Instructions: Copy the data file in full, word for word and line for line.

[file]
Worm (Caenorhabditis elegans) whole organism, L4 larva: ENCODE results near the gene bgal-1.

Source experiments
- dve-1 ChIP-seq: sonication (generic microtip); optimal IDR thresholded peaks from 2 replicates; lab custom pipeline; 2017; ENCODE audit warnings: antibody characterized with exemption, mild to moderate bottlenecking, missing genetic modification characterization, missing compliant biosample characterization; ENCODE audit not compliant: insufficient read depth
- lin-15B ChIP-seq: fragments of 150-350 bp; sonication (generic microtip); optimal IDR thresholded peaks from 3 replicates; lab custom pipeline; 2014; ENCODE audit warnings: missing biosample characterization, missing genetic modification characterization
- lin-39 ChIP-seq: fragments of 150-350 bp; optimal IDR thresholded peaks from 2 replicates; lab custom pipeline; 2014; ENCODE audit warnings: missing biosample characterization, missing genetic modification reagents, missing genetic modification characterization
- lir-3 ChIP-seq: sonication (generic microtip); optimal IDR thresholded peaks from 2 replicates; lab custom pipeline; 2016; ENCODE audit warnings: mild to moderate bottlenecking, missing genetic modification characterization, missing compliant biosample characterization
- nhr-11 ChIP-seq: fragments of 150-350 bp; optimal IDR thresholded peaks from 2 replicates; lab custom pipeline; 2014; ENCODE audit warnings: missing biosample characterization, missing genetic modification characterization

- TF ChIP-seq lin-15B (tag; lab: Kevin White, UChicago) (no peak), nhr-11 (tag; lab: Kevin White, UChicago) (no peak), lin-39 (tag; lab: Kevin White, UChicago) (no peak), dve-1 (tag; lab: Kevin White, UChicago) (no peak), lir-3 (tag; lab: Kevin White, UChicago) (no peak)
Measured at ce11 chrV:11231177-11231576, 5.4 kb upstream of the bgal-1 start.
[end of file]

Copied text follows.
Worm (Caenorhabditis elegans) whole organism, L4 larva: ENCODE results near the gene bgal-1.

Source experiments
- dve-1 ChIP-seq: sonication (generic microtip); optimal IDR thresholded peaks from 2 replicates; lab custom pipeline; 2017; ENCODE audit warnings: antibody characterized with exemption, mild to moderate bottlenecking, missing genetic modification characterization, missing compliant biosample characterization; ENCODE audit not compliant: insufficient read depth
- lin-15B ChIP-seq: fragments of 150-350 bp; sonication (generic microtip); optimal IDR thresholded peaks from 3 replicates; lab custom pipeline; 2014; ENCODE audit warnings: missing biosample characterization, missing genetic modification characterization
- lin-39 ChIP-seq: fragments of 150-350 bp; optimal IDR thresholded peaks from 2 replicates; lab custom pipeline; 2014; ENCODE audit warnings: missing biosample characterization, missing genetic modification reagents, missing genetic modification characterization
- lir-3 ChIP-seq: sonication (generic microtip); optimal IDR thresholded peaks from 2 replicates; lab custom pipeline; 2016; ENCODE audit warnings: mild to moderate bottlenecking, missing genetic modification characterization, missing compliant biosample characterization
- nhr-11 ChIP-seq: fragments of 150-350 bp; optimal IDR thresholded peaks from 2 replicates; lab custom pipeline; 2014; ENCODE audit warnings: missing biosample characterization, missing genetic modification characterization

- TF ChIP-seq lin-15B (tag; lab: Kevin White, UChicago) (no peak), nhr-11 (tag; lab: Kevin White, UChicago) (no peak), lin-39 (tag; lab: Kevin White, UChicago) (no peak), dve-1 (tag; lab: Kevin White, UChicago) (no peak), lir-3 (tag; lab: Kevin White, UChicago) (no peak)
Measured at ce11 chrV:11231177-11231576, 5.4 kb upstream of the bgal-1 start.